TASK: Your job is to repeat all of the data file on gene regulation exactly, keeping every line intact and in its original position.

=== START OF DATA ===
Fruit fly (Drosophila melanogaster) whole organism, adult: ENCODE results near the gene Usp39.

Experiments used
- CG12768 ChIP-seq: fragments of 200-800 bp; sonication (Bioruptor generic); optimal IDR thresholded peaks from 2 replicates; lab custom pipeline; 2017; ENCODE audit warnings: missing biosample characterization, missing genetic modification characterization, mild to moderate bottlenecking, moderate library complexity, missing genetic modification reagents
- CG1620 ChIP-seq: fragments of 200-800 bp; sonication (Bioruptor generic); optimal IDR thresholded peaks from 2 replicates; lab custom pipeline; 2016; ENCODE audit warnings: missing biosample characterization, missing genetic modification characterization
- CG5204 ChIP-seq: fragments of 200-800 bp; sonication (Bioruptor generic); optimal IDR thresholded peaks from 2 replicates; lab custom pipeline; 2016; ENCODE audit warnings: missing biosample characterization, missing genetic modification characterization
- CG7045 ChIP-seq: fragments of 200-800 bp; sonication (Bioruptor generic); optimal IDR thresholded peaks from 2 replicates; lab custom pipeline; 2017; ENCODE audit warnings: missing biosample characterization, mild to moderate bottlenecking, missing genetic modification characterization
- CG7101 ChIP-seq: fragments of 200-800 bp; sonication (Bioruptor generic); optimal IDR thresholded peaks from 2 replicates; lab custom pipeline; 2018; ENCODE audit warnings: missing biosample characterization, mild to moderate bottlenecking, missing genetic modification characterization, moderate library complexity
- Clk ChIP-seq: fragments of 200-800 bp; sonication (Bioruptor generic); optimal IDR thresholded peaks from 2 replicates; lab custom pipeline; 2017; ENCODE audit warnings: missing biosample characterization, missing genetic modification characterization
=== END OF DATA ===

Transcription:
Fruit fly (Drosophila melanogaster) whole organism, adult: ENCODE results near the gene Usp39.

Experiments used
- CG12768 ChIP-seq: fragments of 200-800 bp; sonication (Bioruptor generic); optimal IDR thresholded peaks from 2 replicates; lab custom pipeline; 2017; ENCODE audit warnings: missing biosample characterization, missing genetic modification characterization, mild to moderate bottlenecking, moderate library complexity, missing genetic modification reagents
- CG1620 ChIP-seq: fragments of 200-800 bp; sonication (Bioruptor generic); optimal IDR thresholded peaks from 2 replicates; lab custom pipeline; 2016; ENCODE audit warnings: missing biosample characterization, missing genetic modification characterization
- CG5204 ChIP-seq: fragments of 200-800 bp; sonication (Bioruptor generic); optimal IDR thresholded peaks from 2 replicates; lab custom pipeline; 2016; ENCODE audit warnings: missing biosample characterization, missing genetic modification characterization
- CG7045 ChIP-seq: fragments of 200-800 bp; sonication (Bioruptor generic); optimal IDR thresholded peaks from 2 replicates; lab custom pipeline; 2017; ENCODE audit warnings: missing biosample characterization, mild to moderate bottlenecking, missing genetic modification characterization
- CG7101 ChIP-seq: fragments of 200-800 bp; sonication (Bioruptor generic); optimal IDR thresholded peaks from 2 replicates; lab custom pipeline; 2018; ENCODE audit warnings: missing biosample characterization, mild to moderate bottlenecking, missing genetic modification characterization, moderate library complexity
- Clk ChIP-seq: fragments of 200-800 bp; sonication (Bioruptor generic); optimal IDR thresholded peaks from 2 replicates; lab custom pipeline; 2017; ENCODE audit warnings: missing biosample characterization, missing genetic modification characterization